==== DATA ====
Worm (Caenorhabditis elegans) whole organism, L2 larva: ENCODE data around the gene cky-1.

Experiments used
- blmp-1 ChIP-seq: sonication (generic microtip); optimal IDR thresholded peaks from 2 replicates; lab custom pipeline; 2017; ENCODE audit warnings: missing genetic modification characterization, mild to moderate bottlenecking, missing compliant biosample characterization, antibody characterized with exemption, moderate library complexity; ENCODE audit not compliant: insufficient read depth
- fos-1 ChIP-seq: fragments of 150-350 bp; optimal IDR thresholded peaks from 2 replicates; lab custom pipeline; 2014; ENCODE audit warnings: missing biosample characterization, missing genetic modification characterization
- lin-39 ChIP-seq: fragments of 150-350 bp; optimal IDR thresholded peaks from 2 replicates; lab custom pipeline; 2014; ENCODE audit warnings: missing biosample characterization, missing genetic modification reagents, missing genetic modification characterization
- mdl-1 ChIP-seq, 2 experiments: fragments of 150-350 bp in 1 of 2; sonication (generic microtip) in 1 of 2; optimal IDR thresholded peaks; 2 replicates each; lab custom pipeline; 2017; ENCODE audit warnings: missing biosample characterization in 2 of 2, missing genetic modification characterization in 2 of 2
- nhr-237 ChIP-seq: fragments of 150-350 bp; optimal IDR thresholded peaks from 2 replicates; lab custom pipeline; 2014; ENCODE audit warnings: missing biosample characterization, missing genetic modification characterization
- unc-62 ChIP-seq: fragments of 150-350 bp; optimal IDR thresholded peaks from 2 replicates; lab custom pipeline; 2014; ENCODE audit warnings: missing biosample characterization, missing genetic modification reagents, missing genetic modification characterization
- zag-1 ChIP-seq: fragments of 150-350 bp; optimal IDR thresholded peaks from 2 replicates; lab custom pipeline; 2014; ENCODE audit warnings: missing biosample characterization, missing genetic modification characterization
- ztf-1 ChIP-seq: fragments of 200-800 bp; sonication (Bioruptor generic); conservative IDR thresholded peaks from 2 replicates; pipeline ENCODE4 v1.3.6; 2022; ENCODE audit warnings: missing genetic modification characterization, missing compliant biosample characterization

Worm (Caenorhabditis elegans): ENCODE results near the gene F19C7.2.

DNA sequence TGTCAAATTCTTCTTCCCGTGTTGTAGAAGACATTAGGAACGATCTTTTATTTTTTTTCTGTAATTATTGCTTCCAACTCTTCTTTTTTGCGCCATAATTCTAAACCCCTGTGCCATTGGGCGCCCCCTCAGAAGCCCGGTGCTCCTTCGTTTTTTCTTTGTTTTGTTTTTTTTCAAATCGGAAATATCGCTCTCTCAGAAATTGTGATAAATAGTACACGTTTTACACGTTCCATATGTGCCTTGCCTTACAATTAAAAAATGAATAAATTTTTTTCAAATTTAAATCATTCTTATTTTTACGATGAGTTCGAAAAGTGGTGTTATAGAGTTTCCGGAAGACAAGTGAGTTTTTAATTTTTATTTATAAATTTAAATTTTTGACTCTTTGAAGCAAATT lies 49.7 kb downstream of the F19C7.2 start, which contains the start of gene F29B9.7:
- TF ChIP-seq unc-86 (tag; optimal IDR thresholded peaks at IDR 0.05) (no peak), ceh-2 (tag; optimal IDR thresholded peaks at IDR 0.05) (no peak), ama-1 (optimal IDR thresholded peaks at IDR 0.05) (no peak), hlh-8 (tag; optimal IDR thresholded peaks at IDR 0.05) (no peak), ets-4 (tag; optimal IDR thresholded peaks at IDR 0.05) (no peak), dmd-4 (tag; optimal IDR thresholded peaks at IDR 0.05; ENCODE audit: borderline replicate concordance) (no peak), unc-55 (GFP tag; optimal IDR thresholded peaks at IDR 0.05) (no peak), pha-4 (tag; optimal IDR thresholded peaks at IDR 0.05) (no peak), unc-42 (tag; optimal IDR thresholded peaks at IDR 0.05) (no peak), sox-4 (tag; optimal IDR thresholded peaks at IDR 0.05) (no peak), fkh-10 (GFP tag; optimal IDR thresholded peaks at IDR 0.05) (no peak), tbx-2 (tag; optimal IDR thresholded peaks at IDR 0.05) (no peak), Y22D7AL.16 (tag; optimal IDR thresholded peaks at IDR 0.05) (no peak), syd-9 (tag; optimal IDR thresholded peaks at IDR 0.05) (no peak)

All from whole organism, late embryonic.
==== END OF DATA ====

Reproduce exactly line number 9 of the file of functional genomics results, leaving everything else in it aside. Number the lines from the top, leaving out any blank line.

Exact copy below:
- zag-1 ChIP-seq: fragments of 150-350 bp; optimal IDR thresholded peaks from 2 replicates; lab custom pipeline; 2014; ENCODE audit warnings: missing biosample characterization, missing genetic modification characterization